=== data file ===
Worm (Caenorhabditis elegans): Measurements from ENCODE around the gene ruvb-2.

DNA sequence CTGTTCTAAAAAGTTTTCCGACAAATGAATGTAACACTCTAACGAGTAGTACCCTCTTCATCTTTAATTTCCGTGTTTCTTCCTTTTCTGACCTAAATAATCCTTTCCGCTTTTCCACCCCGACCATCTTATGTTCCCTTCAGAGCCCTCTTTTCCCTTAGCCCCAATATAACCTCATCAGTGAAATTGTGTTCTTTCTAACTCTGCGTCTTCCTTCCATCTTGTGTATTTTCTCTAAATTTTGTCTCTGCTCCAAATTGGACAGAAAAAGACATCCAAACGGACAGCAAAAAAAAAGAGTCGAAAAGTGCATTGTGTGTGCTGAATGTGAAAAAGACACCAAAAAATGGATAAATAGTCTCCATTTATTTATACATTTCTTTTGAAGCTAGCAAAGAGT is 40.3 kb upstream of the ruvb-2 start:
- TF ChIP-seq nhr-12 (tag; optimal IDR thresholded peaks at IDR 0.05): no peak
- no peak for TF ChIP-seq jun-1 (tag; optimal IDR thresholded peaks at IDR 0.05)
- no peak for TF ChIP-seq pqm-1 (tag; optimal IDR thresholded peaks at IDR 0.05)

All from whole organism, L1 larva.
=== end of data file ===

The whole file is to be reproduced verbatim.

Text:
Worm (Caenorhabditis elegans): Measurements from ENCODE around the gene ruvb-2.

DNA sequence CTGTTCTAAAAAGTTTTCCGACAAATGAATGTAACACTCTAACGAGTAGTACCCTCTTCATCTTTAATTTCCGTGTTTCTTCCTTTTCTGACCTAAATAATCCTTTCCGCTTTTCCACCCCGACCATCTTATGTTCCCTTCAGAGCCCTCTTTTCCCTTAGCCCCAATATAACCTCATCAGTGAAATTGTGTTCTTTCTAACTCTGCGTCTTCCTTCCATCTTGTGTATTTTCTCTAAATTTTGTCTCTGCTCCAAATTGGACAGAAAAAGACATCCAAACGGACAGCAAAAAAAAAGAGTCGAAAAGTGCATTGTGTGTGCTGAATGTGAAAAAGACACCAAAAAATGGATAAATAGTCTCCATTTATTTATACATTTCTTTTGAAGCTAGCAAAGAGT is 40.3 kb upstream of the ruvb-2 start:
- TF ChIP-seq nhr-12 (tag; optimal IDR thresholded peaks at IDR 0.05): no peak
- no peak for TF ChIP-seq jun-1 (tag; optimal IDR thresholded peaks at IDR 0.05)
- no peak for TF ChIP-seq pqm-1 (tag; optimal IDR thresholded peaks at IDR 0.05)

All from whole organism, L1 larva.